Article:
Phototherapy is the standard therapeutic approach for neonatal hyperbilirubinemia. Oxidative effects of phototherapy may have potential harms, including DNA damage. Unconjugated bilirubin (UCB) might also possess antigenotoxic potential. Intensive phototherapy is more efficacious than conventional phototherapy in treating hyperbilirubinemia. This study aimed to assess the impact of hyperbilirubinemia and the two different types of phototherapy on DNA damage in peripheral blood mononuclear cells of neonates.STUDY DESIGN:
The study was conducted on term neonates with non-hemolytic hyperbilirubinemia and control healthy neonates. Genotoxicity was assessed using single-cell gel electrophoresis (Comet assay) in peripheral mononuclear cells. Blood samples were obtained at enrollment in all infants and after intensive or conventional phototherapy in jaundiced infants.RESULT:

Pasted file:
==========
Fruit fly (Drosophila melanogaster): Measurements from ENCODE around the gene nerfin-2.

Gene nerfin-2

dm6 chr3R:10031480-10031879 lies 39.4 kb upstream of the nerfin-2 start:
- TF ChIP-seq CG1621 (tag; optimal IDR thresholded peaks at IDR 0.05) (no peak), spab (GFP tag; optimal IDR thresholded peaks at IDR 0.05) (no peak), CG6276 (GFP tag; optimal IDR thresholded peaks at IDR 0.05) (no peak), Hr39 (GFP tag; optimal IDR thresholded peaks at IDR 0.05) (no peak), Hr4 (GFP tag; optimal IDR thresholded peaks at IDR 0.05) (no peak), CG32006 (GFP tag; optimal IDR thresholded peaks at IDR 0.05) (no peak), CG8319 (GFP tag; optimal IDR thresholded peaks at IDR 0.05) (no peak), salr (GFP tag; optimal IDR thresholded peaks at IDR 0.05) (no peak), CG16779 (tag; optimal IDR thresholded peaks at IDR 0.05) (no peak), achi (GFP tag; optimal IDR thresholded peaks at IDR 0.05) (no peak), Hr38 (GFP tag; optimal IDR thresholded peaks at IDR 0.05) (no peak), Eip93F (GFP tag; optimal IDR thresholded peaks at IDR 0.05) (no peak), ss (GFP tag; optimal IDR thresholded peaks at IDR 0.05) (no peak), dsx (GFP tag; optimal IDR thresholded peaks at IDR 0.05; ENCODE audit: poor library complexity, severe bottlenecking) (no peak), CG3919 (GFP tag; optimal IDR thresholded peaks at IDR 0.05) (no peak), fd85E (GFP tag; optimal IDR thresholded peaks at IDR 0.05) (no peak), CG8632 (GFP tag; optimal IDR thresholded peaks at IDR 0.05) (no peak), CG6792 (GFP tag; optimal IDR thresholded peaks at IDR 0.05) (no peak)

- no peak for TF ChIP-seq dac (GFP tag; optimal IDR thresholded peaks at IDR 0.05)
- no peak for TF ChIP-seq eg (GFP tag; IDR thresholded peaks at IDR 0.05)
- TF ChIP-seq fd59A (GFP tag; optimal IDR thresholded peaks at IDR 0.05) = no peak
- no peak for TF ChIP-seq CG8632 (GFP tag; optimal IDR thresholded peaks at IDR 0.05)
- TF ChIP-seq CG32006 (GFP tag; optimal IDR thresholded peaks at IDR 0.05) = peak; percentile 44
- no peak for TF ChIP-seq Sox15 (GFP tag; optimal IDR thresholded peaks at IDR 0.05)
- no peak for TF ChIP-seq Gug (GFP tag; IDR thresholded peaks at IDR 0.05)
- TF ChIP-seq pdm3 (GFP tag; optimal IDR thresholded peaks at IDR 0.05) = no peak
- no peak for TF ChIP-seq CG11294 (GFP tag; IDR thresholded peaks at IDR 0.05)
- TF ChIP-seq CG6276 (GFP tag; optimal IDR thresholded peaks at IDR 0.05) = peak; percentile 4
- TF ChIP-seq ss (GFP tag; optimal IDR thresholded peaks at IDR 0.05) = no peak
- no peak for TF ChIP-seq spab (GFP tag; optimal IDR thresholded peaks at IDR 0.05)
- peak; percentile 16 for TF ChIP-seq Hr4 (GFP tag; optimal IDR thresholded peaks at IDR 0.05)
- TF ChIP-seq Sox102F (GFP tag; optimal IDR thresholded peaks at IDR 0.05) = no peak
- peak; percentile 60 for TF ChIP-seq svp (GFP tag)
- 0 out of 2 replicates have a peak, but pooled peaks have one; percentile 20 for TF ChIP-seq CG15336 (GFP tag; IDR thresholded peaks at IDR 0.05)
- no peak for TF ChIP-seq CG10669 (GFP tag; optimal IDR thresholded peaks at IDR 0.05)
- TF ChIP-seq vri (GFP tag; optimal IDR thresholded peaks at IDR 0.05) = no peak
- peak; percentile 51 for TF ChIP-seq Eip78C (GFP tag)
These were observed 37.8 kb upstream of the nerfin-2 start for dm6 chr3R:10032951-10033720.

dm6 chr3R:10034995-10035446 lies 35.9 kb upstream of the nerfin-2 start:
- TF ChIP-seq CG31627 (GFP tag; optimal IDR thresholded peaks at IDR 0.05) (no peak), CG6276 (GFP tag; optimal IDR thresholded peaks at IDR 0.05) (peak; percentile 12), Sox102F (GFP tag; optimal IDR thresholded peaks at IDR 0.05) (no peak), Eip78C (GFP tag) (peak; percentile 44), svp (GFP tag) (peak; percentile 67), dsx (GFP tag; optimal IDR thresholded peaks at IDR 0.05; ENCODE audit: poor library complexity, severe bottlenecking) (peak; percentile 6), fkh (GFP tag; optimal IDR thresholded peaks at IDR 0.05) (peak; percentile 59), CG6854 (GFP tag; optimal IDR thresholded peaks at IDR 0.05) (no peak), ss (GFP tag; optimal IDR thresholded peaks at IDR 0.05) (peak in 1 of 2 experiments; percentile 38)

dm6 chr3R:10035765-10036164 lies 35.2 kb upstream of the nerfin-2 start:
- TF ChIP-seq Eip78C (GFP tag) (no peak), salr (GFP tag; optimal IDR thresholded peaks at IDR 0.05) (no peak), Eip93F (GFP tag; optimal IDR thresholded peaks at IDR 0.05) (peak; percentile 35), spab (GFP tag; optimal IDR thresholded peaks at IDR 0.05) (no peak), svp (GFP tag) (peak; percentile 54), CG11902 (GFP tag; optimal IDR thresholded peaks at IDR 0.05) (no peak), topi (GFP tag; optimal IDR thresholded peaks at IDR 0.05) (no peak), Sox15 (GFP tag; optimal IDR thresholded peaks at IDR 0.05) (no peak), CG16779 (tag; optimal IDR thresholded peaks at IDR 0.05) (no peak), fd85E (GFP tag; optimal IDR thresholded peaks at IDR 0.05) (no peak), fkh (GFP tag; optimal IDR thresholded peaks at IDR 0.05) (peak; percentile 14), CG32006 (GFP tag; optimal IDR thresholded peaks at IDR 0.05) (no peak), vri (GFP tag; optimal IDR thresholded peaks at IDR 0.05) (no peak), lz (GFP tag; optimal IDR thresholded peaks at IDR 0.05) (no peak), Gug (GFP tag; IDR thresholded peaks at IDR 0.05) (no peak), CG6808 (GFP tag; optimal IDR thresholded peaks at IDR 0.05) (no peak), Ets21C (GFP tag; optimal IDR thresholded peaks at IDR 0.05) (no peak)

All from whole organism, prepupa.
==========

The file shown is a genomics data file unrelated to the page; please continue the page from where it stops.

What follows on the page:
DNA damage did not significantly differ between jaundiced and non-jaundiced neonates (11.4 ± 8.7 and 10.9 ± 8.3 arbitrary units (AU), respectively, P = 0.58). It increased significantly after exposure to phototherapy compared with prephototherapy values (45.6 ± 14.7 vs 11.4 ± 8.7 AU, respectively, P < 0.001). The duration of phototherapy correlated positively with markers of DNA damage (r = 0.86, P < 0.001); however, the intensity of used light did not significantly impact genotoxicity.CONCLUSION:
Hyperbilirubinemia does not influence DNA damage, whereas both conventional and intensive phototherapy are associated with DNA damage in term infants with hyperbilirubinemia.